Brazil , Chile and Colombia

Experts call to increase regional infra investment amidst industry pessimism

Bnamericas Published: Wednesday, September 28, 2022
Experts call to increase regional infra investment amidst industry pessimism

Governments across Latin America must drastically increase infrastructure investment to boost GDP growth and avoid taking extreme measures that foster uncertainty among investors, experts told a BNamericas webinar.

The BNamericas 2022 Infrastructure Survey found that the industry outlook has deteriorated compared with the 2021 edition, in the wake of political uncertainty after the election of new left-leaning governments in Chile and Colombia, the impacts of high global inflation and growing fears of a worldwide recession.


The survey, which can be seen here, found that 34% of respondents believe that public budgets for infrastructure will “increase slightly” in 2023, while 21% believe they will “decrease slightly” and 18% that they will “not vary greatly” compared with 2022. 

On that front, Carlos Ortega Lead Partner, Capital Projects S-LatAm at Deloitte, said during the webinar to discuss the survey results that this means most of the industry believes the status quo will remain for the next year. 

“I wish reality would surpass these perceptions and for the governments to really make changes so that we really start investing in infrastructure,” said Ortega.

He emphasized that GDP growth in developing countries is closely tied to infrastructure investment, and that Latin America should aim to invest between 5% and 7% of GDP in infrastructure to close the gap with developed nations. 

The survey also found that Chile and Brazil are jointly seen as the countries best prepared to invest in infrastructure with public funds over the next 12 months, each named by 25% of survey respondents. 

However, this was a drastic drop for Chile compared with the 2021’s survey, when 37% of those answering said it was best placed for these investments.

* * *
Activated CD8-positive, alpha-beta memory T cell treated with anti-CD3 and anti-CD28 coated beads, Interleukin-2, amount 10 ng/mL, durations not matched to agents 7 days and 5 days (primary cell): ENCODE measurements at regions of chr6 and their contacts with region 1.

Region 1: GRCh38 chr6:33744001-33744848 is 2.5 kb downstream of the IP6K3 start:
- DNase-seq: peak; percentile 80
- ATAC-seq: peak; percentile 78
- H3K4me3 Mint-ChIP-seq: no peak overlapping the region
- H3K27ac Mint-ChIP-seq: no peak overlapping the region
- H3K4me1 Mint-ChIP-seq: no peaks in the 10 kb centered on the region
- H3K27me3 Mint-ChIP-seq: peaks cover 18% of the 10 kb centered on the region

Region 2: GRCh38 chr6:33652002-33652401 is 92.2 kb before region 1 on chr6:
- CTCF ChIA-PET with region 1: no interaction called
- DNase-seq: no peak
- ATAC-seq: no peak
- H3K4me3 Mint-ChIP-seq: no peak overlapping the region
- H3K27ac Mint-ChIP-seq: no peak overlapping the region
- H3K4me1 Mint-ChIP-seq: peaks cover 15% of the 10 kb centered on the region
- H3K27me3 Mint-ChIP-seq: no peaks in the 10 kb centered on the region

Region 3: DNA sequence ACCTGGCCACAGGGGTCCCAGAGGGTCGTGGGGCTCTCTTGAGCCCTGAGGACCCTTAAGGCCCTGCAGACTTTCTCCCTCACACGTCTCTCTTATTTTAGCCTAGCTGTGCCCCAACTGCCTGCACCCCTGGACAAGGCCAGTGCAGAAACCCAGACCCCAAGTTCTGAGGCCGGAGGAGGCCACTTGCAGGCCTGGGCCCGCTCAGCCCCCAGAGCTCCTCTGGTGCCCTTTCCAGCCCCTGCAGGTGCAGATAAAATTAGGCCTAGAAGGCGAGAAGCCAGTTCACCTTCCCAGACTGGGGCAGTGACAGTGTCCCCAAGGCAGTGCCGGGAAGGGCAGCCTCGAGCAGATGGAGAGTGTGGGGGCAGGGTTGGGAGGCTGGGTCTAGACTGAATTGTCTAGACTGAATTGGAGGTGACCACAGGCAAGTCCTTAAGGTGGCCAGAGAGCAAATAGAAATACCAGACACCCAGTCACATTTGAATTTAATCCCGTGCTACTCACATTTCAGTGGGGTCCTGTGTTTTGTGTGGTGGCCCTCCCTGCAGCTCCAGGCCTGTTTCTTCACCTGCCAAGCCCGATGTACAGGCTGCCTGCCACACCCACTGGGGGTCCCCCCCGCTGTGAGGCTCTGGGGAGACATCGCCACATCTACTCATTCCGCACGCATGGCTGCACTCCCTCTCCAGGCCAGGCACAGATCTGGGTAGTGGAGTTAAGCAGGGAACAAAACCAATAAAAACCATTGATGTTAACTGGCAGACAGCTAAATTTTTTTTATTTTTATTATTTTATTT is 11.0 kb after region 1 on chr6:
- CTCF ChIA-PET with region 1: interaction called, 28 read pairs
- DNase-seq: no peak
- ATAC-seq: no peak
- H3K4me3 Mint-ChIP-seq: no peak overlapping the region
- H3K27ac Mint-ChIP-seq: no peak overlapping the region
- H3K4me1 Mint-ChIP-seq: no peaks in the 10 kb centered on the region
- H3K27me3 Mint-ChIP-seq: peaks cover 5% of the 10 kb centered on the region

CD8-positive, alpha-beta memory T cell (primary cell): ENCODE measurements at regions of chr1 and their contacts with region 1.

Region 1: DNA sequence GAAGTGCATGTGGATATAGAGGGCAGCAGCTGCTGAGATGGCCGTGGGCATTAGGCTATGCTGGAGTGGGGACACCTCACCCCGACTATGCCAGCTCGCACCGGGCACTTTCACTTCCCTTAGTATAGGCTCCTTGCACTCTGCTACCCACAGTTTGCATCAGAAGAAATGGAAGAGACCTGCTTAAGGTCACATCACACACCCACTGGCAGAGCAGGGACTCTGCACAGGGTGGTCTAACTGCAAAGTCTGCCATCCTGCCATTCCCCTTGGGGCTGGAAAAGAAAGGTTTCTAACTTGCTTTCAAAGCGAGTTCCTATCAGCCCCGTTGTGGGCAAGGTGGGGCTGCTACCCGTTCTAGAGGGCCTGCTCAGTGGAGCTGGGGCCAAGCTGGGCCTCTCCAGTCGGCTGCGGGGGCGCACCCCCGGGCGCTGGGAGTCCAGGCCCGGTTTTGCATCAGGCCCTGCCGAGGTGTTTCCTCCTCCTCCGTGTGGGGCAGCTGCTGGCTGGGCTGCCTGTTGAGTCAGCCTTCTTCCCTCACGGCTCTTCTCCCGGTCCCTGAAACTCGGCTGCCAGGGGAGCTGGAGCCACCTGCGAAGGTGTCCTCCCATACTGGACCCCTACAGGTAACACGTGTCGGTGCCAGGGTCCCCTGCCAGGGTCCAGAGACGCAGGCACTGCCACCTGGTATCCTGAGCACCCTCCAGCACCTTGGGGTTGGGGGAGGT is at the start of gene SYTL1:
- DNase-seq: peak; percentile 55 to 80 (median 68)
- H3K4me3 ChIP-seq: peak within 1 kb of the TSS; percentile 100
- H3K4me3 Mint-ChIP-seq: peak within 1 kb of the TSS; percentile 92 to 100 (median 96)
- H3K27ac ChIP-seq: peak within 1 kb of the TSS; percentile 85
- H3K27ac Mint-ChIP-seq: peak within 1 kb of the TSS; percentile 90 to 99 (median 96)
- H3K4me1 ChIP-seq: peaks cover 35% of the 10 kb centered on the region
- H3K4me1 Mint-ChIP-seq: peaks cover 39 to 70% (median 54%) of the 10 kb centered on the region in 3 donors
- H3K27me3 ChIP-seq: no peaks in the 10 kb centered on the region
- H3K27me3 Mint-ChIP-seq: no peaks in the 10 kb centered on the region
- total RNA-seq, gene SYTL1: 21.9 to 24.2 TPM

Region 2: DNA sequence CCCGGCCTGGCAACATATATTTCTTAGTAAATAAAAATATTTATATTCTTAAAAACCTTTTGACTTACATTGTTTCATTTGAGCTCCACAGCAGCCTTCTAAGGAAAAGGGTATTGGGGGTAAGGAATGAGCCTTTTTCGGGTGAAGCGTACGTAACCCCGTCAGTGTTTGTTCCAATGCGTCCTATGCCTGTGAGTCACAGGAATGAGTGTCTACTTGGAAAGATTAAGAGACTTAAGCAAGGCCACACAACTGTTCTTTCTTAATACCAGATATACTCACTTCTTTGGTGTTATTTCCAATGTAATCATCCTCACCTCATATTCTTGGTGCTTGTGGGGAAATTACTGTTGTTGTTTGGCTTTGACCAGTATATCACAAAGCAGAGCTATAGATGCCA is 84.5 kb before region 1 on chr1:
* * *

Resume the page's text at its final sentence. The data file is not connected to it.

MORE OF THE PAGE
Carlos Cruz, former public works ministry and executive director at infrastructure think tank CPI, said during the webinar that this is mostly due to recent political uncertainty linked to the presidential elections and the constitutional process in the country. 

“All of that was a boiling pot of uncertainty, which has been alleviated very well. In that sense, the management by the government’s economic authorities has been very reassuring and I believe that we look to the future with a lot of optimism,” he said, highlighting Chile's recently updated concessions agenda, which includes 43 tenders worth some US$13.3bn for 2022-26.

On the subject of private investment, Brazil surpassed Chile as the country with the best opportunities for 26% of respondents, as the latter was highlighted by only 13% of those surveyed, down from 25% last year.

On this subject, both Cruz and Ortega admitted that concessions generally have a problem with public perception, while investors are also very sensitive to abrupt policy changes.

Ortega cited the case of Colombia, where President Gustavo Petro recently announced a tax reform that would hike taxes for those with higher incomes and remove corporate tax exemptions, among other measures.

“When you have abrupt changes, people get uneasy,” Ortega stated, adding that this makes obtaining financing more difficult.

Meanwhile, Cruz pointed out that Chile’s concessions system could operate hand in hand with its private pension fund system, given that there are Canadian and Australian pension funds that already finance infrastructure in the country. 

“If we manage to link pension funds, meaning people’s savings, with infrastructure development, and make people understand this, a lot of the criticisms of Chile’s private pension system wouldn’t exist,” he claimed.

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